3) I'll miss the social media news feed littered with passport photos with airline tickets poking through.

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  • mitchimus

    mitchimus

    29 Oct, 2015 06:59 pm

    Sounds like a sensible idea. Travel to NZ really should be treated more like domestic than international IMHO.

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  • moa999

    moa999

    29 Oct, 2015 07:40 pm

    Personally think this is already here.

    Australian authorities don't really need the passport stamps to see where you've been, and all it would take is a data sharing agreement with NZ to give them the same info -- ideally something that gives them limited access when they unlock a biometric key.

    Realistically I would expect first step is the passport will become a credit card with the existing chip but similar photo page (for hotels etc)

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  • AJT_

    AJT_

    30 Oct, 2015 12:28 am

    Why dont we just adopt a schengen system that allows free movement between the two countries with no fuss, imagine Air NZ and Jetconnect flights departing from the domestic terminal!

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  • Age

    Age

    30 Oct, 2015 04:30 pm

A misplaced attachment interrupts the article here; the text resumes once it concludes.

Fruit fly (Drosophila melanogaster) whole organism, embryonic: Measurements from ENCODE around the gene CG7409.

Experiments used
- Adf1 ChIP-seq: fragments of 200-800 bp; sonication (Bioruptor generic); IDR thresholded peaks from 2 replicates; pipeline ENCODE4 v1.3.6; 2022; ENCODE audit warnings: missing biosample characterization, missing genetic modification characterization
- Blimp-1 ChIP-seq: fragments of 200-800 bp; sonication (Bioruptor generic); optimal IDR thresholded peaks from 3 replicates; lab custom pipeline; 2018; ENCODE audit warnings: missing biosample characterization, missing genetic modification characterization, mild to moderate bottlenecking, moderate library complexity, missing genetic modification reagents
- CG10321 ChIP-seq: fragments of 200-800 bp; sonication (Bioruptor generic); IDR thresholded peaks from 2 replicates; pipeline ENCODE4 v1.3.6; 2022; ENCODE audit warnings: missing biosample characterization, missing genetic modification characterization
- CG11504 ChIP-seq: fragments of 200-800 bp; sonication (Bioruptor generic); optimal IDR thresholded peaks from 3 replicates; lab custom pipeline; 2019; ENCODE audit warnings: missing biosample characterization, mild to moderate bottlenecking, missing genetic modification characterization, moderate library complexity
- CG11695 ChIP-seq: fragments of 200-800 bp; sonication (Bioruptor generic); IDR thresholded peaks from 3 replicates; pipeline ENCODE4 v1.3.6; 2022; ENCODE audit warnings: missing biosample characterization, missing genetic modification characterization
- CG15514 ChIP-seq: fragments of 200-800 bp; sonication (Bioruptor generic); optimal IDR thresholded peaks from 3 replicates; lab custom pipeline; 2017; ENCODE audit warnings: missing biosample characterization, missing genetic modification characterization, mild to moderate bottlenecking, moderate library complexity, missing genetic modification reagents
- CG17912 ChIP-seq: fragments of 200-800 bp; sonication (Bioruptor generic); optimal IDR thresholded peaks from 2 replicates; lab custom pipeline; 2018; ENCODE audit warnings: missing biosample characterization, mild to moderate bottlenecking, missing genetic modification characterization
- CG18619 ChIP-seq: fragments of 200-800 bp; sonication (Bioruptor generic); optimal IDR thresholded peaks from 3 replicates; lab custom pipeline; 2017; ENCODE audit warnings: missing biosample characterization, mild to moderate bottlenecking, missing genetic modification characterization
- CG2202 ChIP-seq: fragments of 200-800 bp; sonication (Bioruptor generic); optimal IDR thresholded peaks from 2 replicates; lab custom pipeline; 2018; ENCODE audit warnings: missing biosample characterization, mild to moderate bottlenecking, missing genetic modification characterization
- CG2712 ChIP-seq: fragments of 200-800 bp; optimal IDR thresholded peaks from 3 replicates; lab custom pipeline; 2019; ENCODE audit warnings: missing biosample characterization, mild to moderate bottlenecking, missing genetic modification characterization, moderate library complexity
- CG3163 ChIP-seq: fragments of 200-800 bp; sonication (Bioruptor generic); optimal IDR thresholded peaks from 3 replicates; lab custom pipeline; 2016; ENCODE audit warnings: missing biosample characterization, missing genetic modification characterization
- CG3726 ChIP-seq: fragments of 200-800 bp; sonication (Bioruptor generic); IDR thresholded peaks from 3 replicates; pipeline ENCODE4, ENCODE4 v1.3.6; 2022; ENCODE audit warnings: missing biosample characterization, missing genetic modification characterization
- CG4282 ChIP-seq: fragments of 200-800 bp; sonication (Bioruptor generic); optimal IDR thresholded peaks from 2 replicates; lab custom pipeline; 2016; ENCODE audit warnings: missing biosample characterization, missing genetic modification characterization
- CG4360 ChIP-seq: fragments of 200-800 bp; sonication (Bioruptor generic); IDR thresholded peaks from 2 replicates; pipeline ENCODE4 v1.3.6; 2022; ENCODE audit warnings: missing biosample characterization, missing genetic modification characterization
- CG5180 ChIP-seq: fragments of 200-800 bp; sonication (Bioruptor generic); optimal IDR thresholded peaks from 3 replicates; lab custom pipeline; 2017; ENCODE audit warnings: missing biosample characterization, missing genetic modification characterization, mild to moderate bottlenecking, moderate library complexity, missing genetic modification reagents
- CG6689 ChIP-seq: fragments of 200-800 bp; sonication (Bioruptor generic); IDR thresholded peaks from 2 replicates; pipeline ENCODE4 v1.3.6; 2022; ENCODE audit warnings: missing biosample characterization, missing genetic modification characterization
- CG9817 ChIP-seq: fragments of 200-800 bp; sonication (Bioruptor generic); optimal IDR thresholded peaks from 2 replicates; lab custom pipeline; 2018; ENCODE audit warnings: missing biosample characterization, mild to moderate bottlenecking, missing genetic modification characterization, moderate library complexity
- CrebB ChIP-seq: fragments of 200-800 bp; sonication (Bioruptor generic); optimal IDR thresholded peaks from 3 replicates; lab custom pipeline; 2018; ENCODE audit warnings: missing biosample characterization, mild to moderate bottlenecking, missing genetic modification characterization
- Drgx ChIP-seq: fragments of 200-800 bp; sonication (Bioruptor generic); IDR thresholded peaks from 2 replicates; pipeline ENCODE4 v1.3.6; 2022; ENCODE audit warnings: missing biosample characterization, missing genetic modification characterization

As a signed up frequent traveller to HK, I scan a barcode and use my fingerprint to enter HK already since a few years.  No queue, and no passport really needed (although the barcode is a sticker put on my passport). 

    My passport gets full of visa's and stamps before it ever expires.  Going digital would be great.

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  • outthere1000

    outthere1000

    31 Oct, 2015 05:02 am

    The trouble with fingerprints is - some people don't have them. Everyone has a face and eyeballs, but a surprising number of people don't have fingerprints. Even with a Nexus card (Trusted Traveller US/Canada program) I have to find an American official to be able to enter the country instead of using the automated booths.

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  • SeatNextToYours

    SeatNextToYours

    1 Nov, 2015 10:14 am

    Indeed some people lack fingerprints, but the same is true for eyeballs and even faces...

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  • Robin Ryan

    RobJ

    12 May, 2016 11:44 am

    Although reasonably frequent for a now leisure only flyer, I've never managed to fill a passport and regret the increasing loss of visa stamps (not to mention pretty stick-in visas, such as China and Vietnam still offer). HKG is a great disappointment as I haven't had even a stamp there for years. It makes it harder to track where I've been after a few years, although I suppose Tripit is now a susbtitute.

    Perhaps more countries will be like Lichenstein, where you can go to the post office and pay for a nice passport stamp.

    No member give thanks

Guest

26 May, 2019 07:23 am